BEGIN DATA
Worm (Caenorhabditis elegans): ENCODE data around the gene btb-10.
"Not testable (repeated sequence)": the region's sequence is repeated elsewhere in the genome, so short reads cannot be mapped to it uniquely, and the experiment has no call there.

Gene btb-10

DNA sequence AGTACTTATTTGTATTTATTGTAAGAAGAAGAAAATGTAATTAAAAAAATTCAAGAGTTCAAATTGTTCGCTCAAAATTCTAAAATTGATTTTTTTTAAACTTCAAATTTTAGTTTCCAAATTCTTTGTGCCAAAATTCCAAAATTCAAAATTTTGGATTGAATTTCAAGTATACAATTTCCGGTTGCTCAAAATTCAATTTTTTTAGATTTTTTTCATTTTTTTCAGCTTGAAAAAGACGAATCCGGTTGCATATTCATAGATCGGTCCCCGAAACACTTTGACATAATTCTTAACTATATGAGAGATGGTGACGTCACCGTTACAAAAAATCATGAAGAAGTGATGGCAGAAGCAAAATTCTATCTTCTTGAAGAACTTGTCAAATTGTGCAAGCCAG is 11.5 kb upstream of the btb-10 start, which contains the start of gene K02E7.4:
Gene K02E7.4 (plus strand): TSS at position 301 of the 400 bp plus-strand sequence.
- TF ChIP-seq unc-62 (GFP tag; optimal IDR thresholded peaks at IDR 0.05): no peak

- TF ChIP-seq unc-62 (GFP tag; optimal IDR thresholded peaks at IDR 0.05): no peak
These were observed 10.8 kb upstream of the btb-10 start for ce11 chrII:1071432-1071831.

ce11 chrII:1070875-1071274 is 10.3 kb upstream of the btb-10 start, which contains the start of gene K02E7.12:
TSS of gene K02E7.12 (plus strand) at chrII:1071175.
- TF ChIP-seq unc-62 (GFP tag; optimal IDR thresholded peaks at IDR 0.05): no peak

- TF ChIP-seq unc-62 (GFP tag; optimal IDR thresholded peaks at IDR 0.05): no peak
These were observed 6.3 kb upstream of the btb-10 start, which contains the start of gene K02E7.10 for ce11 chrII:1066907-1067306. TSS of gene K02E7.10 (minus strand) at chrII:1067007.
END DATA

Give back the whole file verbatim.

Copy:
Worm (Caenorhabditis elegans): ENCODE data around the gene btb-10.
"Not testable (repeated sequence)": the region's sequence is repeated elsewhere in the genome, so short reads cannot be mapped to it uniquely, and the experiment has no call there.

Gene btb-10

DNA sequence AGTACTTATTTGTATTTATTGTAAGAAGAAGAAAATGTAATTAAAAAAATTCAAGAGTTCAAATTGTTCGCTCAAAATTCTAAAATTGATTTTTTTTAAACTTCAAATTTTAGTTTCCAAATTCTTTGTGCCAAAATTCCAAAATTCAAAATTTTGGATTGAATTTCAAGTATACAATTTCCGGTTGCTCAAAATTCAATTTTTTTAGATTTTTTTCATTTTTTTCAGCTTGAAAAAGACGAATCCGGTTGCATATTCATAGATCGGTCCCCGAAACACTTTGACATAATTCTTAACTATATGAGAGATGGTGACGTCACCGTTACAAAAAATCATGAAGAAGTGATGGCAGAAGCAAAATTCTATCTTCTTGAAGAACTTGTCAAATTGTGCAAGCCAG is 11.5 kb upstream of the btb-10 start, which contains the start of gene K02E7.4:
Gene K02E7.4 (plus strand): TSS at position 301 of the 400 bp plus-strand sequence.
- TF ChIP-seq unc-62 (GFP tag; optimal IDR thresholded peaks at IDR 0.05): no peak

- TF ChIP-seq unc-62 (GFP tag; optimal IDR thresholded peaks at IDR 0.05): no peak
These were observed 10.8 kb upstream of the btb-10 start for ce11 chrII:1071432-1071831.

ce11 chrII:1070875-1071274 is 10.3 kb upstream of the btb-10 start, which contains the start of gene K02E7.12:
TSS of gene K02E7.12 (plus strand) at chrII:1071175.
- TF ChIP-seq unc-62 (GFP tag; optimal IDR thresholded peaks at IDR 0.05): no peak

- TF ChIP-seq unc-62 (GFP tag; optimal IDR thresholded peaks at IDR 0.05): no peak
These were observed 6.3 kb upstream of the btb-10 start, which contains the start of gene K02E7.10 for ce11 chrII:1066907-1067306. TSS of gene K02E7.10 (minus strand) at chrII:1067007.